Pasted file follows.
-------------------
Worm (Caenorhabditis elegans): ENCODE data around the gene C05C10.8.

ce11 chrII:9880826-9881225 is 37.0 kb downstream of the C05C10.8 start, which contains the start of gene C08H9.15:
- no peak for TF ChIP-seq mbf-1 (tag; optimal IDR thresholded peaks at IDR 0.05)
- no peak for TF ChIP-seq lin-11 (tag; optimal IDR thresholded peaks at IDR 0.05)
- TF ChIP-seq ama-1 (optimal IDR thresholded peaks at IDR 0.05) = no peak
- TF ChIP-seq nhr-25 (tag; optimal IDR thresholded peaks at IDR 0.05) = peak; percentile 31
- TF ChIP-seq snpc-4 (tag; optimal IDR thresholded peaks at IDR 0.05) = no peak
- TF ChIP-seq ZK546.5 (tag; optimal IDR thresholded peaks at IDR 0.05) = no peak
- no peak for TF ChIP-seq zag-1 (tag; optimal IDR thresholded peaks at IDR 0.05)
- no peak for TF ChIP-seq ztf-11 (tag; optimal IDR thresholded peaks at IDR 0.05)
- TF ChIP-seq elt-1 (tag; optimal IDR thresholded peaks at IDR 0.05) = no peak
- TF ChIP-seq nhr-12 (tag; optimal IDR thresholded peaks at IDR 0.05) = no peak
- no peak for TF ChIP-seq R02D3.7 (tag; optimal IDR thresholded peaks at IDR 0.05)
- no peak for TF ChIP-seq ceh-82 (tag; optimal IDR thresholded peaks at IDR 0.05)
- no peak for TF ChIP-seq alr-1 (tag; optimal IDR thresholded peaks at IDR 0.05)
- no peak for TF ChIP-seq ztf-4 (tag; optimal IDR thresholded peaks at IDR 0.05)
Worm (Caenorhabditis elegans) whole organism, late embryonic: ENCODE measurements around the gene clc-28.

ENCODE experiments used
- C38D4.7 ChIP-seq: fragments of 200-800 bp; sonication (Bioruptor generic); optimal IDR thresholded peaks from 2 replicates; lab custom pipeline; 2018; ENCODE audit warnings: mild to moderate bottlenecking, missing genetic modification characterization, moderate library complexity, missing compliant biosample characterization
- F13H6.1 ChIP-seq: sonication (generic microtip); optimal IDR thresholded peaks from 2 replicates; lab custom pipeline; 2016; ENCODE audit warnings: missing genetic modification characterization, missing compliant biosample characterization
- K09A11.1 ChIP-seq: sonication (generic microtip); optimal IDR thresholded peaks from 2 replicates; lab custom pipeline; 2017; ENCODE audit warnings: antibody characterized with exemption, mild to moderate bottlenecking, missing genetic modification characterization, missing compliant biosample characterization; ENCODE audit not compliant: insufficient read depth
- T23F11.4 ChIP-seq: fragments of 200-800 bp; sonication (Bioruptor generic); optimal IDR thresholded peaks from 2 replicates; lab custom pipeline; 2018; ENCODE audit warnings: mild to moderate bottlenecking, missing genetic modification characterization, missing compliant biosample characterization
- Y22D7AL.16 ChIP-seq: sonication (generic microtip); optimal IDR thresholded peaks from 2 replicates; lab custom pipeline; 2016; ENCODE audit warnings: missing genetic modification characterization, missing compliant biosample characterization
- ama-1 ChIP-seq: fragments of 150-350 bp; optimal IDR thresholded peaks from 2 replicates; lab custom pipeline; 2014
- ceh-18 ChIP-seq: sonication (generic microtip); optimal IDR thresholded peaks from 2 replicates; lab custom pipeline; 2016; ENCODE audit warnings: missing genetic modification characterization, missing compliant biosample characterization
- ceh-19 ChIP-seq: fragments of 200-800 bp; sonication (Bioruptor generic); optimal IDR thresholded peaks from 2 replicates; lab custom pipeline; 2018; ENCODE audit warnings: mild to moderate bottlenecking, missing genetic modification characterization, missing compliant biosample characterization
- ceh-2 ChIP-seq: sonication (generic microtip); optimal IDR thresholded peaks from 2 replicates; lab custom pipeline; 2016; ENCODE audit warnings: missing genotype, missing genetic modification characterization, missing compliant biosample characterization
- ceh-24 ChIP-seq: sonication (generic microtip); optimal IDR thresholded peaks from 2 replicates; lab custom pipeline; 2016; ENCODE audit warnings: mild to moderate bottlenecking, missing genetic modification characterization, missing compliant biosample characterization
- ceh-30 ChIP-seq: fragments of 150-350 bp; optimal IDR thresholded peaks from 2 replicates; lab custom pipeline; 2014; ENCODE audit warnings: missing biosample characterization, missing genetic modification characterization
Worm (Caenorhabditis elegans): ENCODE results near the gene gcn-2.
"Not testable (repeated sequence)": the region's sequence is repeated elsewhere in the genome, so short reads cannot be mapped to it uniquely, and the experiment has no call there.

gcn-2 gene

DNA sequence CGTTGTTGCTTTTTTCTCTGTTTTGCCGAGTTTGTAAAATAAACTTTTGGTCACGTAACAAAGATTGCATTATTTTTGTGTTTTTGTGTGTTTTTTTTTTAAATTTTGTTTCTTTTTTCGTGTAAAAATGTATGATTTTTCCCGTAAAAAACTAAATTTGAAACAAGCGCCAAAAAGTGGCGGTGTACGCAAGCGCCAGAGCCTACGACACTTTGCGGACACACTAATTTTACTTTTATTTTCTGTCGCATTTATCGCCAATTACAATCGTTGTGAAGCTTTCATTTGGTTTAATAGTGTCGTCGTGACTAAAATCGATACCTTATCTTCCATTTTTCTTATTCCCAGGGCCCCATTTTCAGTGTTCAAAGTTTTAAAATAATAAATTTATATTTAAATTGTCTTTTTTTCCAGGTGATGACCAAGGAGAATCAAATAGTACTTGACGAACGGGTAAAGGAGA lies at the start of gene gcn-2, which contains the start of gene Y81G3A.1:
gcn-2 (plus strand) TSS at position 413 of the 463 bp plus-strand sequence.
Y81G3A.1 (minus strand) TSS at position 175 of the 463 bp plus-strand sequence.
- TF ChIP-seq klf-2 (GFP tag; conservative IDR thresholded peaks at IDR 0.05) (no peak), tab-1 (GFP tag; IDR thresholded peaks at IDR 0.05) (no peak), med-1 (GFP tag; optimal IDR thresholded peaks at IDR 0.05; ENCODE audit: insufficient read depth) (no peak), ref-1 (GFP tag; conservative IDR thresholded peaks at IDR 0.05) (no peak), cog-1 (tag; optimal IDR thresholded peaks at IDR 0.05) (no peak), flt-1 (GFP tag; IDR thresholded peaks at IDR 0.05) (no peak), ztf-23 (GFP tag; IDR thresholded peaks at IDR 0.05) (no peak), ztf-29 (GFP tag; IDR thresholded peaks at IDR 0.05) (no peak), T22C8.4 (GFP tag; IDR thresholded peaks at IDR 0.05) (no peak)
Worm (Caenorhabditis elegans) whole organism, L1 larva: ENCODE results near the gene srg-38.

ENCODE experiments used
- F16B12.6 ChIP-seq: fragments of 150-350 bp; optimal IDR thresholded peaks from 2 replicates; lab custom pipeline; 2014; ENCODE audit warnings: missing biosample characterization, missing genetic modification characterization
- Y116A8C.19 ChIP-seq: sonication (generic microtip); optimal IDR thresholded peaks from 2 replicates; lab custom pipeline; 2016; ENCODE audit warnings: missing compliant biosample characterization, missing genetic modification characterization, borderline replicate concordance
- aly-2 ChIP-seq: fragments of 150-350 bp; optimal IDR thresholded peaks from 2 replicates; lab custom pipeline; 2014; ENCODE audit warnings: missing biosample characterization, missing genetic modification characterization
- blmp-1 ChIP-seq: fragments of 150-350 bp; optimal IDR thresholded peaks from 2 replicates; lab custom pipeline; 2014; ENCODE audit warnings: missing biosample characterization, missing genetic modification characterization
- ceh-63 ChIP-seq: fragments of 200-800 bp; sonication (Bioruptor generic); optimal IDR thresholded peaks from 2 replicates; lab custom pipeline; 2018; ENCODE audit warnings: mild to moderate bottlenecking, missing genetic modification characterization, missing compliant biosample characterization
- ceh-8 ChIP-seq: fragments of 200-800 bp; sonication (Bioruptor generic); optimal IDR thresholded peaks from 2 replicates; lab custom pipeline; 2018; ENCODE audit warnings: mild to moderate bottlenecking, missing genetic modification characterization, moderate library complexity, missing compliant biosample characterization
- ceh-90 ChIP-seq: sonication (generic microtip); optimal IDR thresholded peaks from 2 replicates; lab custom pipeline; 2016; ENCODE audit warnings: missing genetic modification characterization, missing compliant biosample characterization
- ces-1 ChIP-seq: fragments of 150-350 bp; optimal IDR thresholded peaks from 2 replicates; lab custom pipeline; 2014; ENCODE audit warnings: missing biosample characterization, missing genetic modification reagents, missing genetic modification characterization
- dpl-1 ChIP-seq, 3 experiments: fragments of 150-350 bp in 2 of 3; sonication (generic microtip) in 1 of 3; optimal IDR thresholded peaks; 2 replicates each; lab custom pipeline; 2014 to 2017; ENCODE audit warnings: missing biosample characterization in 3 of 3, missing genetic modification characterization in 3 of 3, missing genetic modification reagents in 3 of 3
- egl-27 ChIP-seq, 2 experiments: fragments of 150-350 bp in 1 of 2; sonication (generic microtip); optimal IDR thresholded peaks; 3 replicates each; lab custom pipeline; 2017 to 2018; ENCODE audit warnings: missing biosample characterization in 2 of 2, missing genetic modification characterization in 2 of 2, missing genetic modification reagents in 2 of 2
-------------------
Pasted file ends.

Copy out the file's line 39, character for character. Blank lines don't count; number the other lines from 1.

- F16B12.6 ChIP-seq: fragments of 150-350 bp; optimal IDR thresholded peaks from 2 replicates; lab custom pipeline; 2014; ENCODE audit warnings: missing biosample characterization, missing genetic modification characterization